Certainly, the terms “full” and “empty” become self-contradictory when applied in a physical sense for both terms; but if either of the terms are meant to represent different dimensions — i.e., “full” in the physical sense and “emptiness” as an emotion or feeling, or vice versa (“full” in an appetitive meaning and “empty” as a physical fact), then the contextual distinction takes on a differentiated meaning.

One often says that such phrases containing self-contradictory terms are merely a “play on words”, and indeed, it is normally intended to convey a thought-provoking compound of a conceptual construct.  The “full emptiness” is an idea that can denote many meanings; perhaps of a life filled with activities, but somehow lacking in meaningfulness; or, of an individual whose outward appearance is one of fulfillment and contentment, but whose soul is wanting because of a tragedy in his or her past.

That has always been the essence of a life worthy of condemnation, has it not?  Of a friction that continues to rub against each other — of appearance versus reality, of internal versus external; the contrast between the inner sanctum of thoughts and the outer reality of what is expressed.  For, of what worth is a life if it cannot be condemned?

The full emptiness is what most of us project to others, and how others behave towards us; that is the unfortunate aspect of living among and amidst each other.

For the Federal employee and U.S. Postal worker who suffers from a medical condition, such that the medical condition begins to impact the ability and capacity to perform all of the essential elements of one’s Federal or Postal job, the self-contradictory concept of a “full emptiness” is a familiar theme.

The outward appearance must continue to be maintained — of competence, ability to multi-task, and capacity to take it all in; all of this, despite the ongoing medical conditions that debilitate and progressively deteriorate.  The inner reality often tells of a different story: of pain; non-restorative sleep; profound fatigue; physical and mental dysfunctions that are hidden and concealed.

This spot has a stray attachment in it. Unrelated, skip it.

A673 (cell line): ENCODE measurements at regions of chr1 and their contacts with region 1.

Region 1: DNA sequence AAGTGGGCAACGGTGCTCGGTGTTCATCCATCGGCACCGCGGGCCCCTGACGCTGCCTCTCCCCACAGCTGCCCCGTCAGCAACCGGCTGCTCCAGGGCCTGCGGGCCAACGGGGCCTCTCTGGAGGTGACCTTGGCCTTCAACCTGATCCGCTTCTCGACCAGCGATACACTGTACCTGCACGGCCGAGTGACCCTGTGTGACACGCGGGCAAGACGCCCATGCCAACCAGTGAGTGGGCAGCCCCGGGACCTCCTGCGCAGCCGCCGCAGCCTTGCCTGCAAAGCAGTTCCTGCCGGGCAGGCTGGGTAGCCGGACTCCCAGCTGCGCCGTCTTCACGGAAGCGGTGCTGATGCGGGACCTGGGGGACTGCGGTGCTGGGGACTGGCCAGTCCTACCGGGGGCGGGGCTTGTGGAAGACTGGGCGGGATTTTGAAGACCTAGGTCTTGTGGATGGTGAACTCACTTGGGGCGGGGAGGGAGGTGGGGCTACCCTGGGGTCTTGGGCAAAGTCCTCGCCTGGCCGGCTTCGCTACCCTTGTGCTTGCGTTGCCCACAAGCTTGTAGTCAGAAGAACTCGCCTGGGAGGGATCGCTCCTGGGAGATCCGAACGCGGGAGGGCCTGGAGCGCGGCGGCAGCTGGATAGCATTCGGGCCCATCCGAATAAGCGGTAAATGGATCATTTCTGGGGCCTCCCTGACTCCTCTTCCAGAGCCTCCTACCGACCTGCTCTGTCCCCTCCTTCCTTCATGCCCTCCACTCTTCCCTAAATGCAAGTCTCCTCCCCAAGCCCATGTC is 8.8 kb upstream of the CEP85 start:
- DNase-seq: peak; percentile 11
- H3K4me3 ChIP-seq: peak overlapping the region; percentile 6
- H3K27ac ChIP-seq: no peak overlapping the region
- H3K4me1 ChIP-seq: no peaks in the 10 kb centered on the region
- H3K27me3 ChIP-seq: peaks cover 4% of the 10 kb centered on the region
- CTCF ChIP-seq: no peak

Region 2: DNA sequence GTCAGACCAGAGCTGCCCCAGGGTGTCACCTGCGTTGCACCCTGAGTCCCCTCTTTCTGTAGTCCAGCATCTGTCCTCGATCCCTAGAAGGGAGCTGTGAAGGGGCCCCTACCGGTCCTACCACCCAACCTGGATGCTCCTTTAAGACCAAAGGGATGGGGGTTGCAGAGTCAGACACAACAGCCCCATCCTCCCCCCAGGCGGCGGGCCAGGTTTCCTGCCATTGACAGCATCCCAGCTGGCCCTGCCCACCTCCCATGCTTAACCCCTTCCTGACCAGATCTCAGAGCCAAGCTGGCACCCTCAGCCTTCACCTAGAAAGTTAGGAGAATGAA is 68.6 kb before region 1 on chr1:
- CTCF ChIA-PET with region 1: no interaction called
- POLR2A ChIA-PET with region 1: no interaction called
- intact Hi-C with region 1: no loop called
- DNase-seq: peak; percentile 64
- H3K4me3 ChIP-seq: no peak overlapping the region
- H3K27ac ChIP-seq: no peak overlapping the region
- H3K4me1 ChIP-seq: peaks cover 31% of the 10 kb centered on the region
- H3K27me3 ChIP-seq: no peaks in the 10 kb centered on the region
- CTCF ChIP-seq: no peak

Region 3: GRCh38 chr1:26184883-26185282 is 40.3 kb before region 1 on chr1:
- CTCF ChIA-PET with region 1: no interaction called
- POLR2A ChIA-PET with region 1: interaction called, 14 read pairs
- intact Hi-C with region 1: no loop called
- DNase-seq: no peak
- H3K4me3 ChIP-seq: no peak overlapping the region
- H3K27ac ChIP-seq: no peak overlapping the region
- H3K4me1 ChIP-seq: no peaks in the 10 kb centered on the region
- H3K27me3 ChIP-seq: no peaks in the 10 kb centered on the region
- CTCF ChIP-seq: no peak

Preparing, formulating and filing an effective Federal Disability Retirement application is a step towards vanquishing the contradiction of a life of full emptiness; it is to recognize that the negative circumstances of the medical condition need not dominate the positive hope that is still held that a career once deemed promising can yet open up into a future undaunted by the medical conditions themselves, by securing a Federal Disability Retirement and focussing upon getting one’s health back into balance so that the conundrum of a full emptiness can become a thing of the past.

Sincerely,

Robert R.McGill, Esquire

 

FERS & CSRS Disability Retirement: The changing straw

The “straw that broke the camel’s back” is a known idiom that essentially reveals to us the last in the series of incidents or actions that cumulatively result in the destruction of the whole.  What in the series preceding the last straw; of what weight and import; to what significance may be attributable, we rarely focus upon; it is the last one in the series that we focus our attention upon, precisely because we assume that it is the causal connection to the event that conclusively occurs with a finality of actions.

Yet, as Hume would point out, the fact that a “final straw” placed upon the camel’s back resulted in the next event following, does not establish a causation where that final straw was in fact the cause before the effect.  It merely shows us that X occurred prior to Y’s conclusion.  If a rooster awakens and makes his morning call and the sun rises upon the horizon, and thereafter an earthquake shakes the foundation of the planet, do we conclude that the rooster was the final straw, or that the rising of the sun “caused” the tectonic shifts beneath?

No – the idiom itself, of course, is not meant to be analyzed in that manner; rather, it is a “saying” that merely denotes that, upon a series of events, issues or actions, there comes a boiling point of finality where enough is enough.  But the evolution of societal norms does, indeed, allow for the straw to change over time.

Once upon a time, people “stuck it out” and remained married – if only to keep one’s vows, or for the “sake of the children”, or perhaps some other noble purpose.  Now, the “straw” that results in a divorce has changed – it can range from “failing to communicate” or even because one spouse has gotten bored of the other.  With that changing straw, people tend to tread lightly, given the low threshold of tolerance.  Law is somewhat like the changing straw – perhaps not the substance (although that can change through legislative action), but certainly the application.

For Federal or Postal employees who are considering filing for Federal Disability Retirement benefits through the U.S. Office of Personnel Management, whether the Federal or Postal employee is under FERS, CSRS or CSRS Offset, the issue to always be kept at the forefront is the changing straw throughout – what is the “straw” at work which will help make the decision?  What “last straw” is needed before the cumulative effects of the medical conditions persuade you to realize the need to file?  What “straw” of the law needs to be applied to persuade as to the viability of one’s Federal Disability Retirement application?

There are many “last straws” in life, and much of them change as time goes on; the law, however, remains fairly constant, except for the “last straw” of legal opinions that often alter the landscape of substance and applicability.

Sincerely,

Robert R. McGill, Esquire